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Are people who gain an Estonian e-Residency treated as a European citizen under upcoming GDPR regulations?

  • There doesn't seem to be a consensus in the answers - who does GDPR actually apply to? – user29357 May 9 '18 at 21:21
  • Notice that Greendrake's answer has been completely rewritten and now agrees with mine. – phoog May 10 '18 at 5:55
  • @phoog, you're right. I've accepted Greendrake's answer as IMHO it's a better, more complete answer - thanks for clarifying what the correct answer is. – user29357 May 10 '18 at 6:02
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Whether or not you are protected by GDPR depends on the location of both yourself and the party processing your data. Citizenship and residence statuses are completely irrelevant (Recital 14(1)):

The protection afforded by this Regulation should apply to natural persons, whatever their nationality or place of residence

If the party processing your data is established in the EU, then you are protected no matter who you are or where you are (Art. 3(1)):

This Regulation applies to the processing of personal data in the context of the activities of an establishment of a controller or a processor in the Union, regardless of whether the processing takes place in the Union or not.

If the party processing your data is not established in the EU, then you are only protected if you are in the EU (Art. 3(2)):

This Regulation applies to the processing of personal data of data subjects who are in the Union by a controller or processor not established in the Union

  • That is their interpretation, and not what the actual regulations say. I think you should say on what basis you might come to that conclusion. They do also say "you would be correct to assume that the GDPR only applies to citizens of the EU" – user6726 May 9 '18 at 12:52
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    Article 3 paragraph 1 is quite clear that EU data processors are bound by the regulation, period. It makes no mention of the location of the data subject. – phoog May 9 '18 at 13:07
  • @user6726 fair comment. I no longer reference them in the answer. – Greendrake May 9 '18 at 23:51
  • @phoog agreed — answer updated. – Greendrake May 9 '18 at 23:53
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    @d3vid That is true. Pretty much like EU laws would not apply if he gets robbed in Australia — he will be treated according to Australian laws. – Greendrake May 10 '18 at 12:40
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Your digital ID card may only be used in an electronic environment, and is not a valid form of identification outside of the internet. Although e-residents receive government-issued digi- ID’s similar to those of citizens, e-residency does not confer citizenship, tax residency, residence, or right of entry to Estonia or to the European Union. Your e-Residency digi-ID card cannot be used as physical identification or as a travel document.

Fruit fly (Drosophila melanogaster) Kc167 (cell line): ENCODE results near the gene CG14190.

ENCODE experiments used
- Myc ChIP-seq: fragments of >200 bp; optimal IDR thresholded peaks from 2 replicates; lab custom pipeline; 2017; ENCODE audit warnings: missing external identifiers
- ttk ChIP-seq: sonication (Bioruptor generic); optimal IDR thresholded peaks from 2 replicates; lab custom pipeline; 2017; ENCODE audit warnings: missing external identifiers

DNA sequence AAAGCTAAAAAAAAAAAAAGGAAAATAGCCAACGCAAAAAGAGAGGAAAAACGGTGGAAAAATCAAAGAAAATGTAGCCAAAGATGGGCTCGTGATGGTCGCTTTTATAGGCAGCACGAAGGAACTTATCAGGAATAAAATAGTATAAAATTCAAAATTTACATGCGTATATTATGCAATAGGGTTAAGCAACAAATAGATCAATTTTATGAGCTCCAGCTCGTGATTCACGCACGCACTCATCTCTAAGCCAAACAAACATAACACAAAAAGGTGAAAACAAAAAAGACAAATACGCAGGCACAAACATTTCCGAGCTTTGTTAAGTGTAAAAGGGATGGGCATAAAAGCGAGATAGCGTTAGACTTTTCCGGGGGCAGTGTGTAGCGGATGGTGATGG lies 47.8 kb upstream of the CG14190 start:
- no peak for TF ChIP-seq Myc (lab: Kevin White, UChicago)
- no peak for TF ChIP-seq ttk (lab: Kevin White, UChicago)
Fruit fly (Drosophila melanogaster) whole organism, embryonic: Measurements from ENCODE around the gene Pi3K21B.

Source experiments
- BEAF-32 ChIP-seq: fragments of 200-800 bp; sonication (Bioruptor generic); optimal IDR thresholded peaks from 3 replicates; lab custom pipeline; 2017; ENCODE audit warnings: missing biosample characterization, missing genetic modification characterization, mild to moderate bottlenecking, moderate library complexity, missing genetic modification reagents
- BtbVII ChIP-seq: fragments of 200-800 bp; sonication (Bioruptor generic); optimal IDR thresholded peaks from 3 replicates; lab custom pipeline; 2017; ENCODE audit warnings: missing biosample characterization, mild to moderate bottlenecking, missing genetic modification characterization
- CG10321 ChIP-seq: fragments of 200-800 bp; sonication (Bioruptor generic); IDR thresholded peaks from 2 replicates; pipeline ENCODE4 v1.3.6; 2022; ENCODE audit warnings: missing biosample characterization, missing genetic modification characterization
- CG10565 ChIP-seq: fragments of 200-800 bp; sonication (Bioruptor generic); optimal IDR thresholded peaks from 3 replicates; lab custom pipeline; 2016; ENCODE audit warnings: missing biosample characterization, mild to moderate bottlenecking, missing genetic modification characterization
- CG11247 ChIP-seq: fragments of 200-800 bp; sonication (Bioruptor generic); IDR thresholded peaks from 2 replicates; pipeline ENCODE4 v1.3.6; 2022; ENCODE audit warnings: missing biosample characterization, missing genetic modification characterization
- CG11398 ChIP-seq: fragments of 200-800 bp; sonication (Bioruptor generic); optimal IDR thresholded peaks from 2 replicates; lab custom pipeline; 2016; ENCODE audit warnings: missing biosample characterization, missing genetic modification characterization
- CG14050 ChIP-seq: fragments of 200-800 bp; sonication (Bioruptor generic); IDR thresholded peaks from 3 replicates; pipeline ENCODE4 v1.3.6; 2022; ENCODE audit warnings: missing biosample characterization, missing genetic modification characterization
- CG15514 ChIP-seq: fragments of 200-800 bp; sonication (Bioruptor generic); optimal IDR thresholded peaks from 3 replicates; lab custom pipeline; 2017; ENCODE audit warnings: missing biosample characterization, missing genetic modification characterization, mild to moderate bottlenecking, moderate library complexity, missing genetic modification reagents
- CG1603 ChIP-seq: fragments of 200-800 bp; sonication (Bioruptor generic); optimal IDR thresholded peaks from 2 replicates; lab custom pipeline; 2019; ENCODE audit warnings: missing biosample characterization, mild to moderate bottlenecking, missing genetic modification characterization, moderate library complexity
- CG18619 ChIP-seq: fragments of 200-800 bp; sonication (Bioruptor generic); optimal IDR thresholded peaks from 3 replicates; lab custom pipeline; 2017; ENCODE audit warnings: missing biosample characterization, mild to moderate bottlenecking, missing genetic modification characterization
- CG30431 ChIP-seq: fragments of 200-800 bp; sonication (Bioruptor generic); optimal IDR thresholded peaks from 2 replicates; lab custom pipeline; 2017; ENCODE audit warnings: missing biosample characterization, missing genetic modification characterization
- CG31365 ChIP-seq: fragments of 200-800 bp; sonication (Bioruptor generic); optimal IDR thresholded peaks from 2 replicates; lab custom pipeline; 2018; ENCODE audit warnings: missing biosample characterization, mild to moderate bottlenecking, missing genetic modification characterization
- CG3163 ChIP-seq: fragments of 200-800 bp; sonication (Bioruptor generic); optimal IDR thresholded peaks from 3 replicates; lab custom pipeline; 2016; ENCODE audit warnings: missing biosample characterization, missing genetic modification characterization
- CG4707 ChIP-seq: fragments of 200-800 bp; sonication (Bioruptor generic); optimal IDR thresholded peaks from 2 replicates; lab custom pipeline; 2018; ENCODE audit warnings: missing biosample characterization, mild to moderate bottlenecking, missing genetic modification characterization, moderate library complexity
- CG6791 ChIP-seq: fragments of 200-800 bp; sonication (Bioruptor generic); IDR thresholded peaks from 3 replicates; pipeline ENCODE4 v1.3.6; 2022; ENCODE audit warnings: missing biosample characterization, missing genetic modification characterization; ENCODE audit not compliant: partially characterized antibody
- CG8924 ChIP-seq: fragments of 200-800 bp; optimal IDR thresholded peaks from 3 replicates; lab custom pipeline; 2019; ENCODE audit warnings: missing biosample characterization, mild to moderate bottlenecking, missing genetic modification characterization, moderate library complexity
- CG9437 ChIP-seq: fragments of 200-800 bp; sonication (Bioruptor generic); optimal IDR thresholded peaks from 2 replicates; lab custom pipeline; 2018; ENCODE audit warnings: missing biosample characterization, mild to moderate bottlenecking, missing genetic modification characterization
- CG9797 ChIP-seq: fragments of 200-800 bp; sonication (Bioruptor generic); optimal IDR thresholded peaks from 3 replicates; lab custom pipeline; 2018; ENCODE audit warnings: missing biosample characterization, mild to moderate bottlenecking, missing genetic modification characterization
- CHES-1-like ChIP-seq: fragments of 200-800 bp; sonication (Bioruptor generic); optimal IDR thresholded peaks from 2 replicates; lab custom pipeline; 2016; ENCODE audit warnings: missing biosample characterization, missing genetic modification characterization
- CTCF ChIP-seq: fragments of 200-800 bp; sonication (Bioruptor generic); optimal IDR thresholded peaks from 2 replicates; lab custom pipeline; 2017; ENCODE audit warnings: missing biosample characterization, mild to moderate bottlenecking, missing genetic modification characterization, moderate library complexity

From What Can I Do as an e-Resident? (emphasis mine)

So no, the e-residency doesn't make you a citizen and you do not gain any rights under the European Union by being a member. The program itself is basically just a financial services membership, and the ID they give you is your membership card.

  • How is this answer relevant to GDPR? – Greendrake May 9 '18 at 5:34
  • @Greendrake Good point, but the question does still explicitly ask about citizenship too, so perhaps this information should be combined with your answer for completeness? (E.g. no you're not a citizen plus that doesn't matter for GDPR anyways.) – animuson May 9 '18 at 12:18
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Are people who gain an Estonian e-Residency treated as a European citizen under upcoming GDPR regulations?

Yes, because all people are protected by GDPR regardless of citizenship. The string "citizen" does not appear in the regulation. Its territorial applicability is defined (in Article 3) with reference to the location of the data processor and data subject, not their citizenship. If you reside outside the EU, you enjoy the same protection as an EU citizen who resides outside the EU.

  • "If you reside outside the EU, you enjoy the same protection" GDPR does not protect people outside the EU no matter who they are. – Greendrake May 9 '18 at 5:33
  • @Greendrake That is incorrect. People who are outside the EU are protected when their data are processed by a data processor in the EU. See article 3(1), which applies only by virtue of the data processor's location. – phoog May 9 '18 at 13:02

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